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Ukraine to Turn Chernobyl Into ‘Radiological Biosphere Reserve’

© Flickr / Pedro Moura PinheiroThe radioactive area near the Chernobyl nuclear power plant will have an unusual present for its upcoming 30th anniversary in April: the Ukrainian government decided to turn Chernobyl into 'biosphere' nature reserve.
The radioactive area near the Chernobyl nuclear power plant will have an unusual present for its upcoming 30th anniversary in April: the Ukrainian government decided to turn Chernobyl into 'biosphere' nature reserve. - Sputnik International
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The radioactive area near the Chernobyl nuclear power plant will have an unusual present for its upcoming 30th anniversary in April: the Ukrainian government decided to turn Chernobyl into 'biosphere' nature reserve.

The Ukrainian Ministry of Ecology and Natural Resources is planning to turn the radioactive area into a special biosphere reserve, according to Vestu.ru news channel.

Apparently, the idea itself has been around for a couple of years, but since Ukraine had more important things to deal with, the idea had been put on a back burner.

But now the government seems ready to fulfill its dream.

"This year we're taking all measures, so the decree of the president on the creation of Chernobyl radiological biosphere reserve is signed as soon as possible. We hope to finish before April 26," said Anna Vronskaya, the acting head of the Ukrainian Ministry of Ecology and Natural Resources, as cited by Vesti.ru.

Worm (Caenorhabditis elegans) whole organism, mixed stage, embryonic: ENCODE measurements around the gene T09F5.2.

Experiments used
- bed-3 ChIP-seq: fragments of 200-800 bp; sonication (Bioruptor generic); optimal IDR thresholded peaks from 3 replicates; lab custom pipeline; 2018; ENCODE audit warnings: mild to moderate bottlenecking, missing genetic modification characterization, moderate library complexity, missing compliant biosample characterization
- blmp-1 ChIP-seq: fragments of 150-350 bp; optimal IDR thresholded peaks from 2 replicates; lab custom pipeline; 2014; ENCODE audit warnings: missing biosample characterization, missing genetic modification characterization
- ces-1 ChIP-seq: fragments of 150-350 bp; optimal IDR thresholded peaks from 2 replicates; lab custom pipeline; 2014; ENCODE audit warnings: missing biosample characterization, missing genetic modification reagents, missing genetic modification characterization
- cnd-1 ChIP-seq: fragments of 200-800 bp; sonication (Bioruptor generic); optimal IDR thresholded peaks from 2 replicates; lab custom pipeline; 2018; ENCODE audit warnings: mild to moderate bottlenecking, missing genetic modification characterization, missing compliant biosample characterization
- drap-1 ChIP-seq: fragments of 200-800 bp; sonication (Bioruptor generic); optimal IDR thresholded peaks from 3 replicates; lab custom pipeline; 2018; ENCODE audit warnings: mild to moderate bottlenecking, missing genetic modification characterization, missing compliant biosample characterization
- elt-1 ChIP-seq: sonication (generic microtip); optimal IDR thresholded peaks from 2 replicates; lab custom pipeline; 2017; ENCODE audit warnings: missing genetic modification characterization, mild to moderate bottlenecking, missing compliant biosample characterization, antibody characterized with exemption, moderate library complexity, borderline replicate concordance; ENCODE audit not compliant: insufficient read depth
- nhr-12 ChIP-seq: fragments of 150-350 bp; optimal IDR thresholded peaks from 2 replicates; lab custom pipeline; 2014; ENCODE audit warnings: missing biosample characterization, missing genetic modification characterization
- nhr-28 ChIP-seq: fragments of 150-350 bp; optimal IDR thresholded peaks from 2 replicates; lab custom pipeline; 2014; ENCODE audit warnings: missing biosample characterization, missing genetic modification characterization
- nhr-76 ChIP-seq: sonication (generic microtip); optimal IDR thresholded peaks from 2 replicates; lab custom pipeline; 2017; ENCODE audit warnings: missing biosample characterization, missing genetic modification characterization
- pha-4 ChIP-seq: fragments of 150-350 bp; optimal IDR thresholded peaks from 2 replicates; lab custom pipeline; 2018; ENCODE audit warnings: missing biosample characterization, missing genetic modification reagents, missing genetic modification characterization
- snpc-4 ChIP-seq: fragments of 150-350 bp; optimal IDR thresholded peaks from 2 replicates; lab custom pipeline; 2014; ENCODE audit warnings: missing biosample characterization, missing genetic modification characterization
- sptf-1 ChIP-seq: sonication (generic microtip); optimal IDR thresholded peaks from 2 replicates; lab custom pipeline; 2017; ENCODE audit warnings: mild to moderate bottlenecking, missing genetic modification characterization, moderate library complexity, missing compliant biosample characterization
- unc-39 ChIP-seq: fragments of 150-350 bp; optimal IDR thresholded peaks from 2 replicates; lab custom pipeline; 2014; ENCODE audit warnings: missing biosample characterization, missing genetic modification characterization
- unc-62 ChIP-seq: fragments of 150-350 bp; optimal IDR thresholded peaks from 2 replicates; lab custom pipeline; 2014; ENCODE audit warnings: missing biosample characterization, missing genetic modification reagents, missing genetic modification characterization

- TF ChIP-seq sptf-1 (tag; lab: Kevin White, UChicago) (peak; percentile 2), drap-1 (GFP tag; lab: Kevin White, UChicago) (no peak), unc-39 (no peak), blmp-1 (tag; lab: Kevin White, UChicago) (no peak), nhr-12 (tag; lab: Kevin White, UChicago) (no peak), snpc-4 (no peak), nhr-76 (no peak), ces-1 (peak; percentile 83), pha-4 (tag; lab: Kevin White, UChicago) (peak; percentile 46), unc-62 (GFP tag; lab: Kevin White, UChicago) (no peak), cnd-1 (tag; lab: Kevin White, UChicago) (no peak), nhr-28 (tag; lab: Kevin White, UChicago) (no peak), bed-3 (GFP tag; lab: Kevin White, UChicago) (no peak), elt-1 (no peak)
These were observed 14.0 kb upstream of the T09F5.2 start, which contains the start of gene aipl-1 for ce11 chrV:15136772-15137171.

According to a radiological study, humans can be located within 30 kilometers of the nuclear explosion area for 4-5 days and only one-day within the radius of 10 kilometers without affecting their health.

Construction is underway on the Chernobyl New Safe Confinement structure (NSC), an arch that will cover the reactor building once it is moved into position over the Chernobyl Nuclear Power plant, on February 26, 2015 - Sputnik International
France Nears Completion of Chernobyl Steel Confinement Structure - EBRD
Meanwhile animals don't seem to mind the radioactive zone. The area near Chernobyl has become a hospitable ground for some wildlife species.

The absence of humans led to the increased number of wild animals. Wild horses, introduced in the past, are now thriving with around 100 animals grazing the fields near Chernobyl. Elk, wolves, bears and even lynxes, which previously were absent in the area, have returned. Brown bears, which haven't been seen in the area for over a century, are now back as well.

Considering the incredible revival of wildlife near Chernobyl, it might just be a good idea after all for the Ukrainian government to turn the radioactive zone into nature reserve.    

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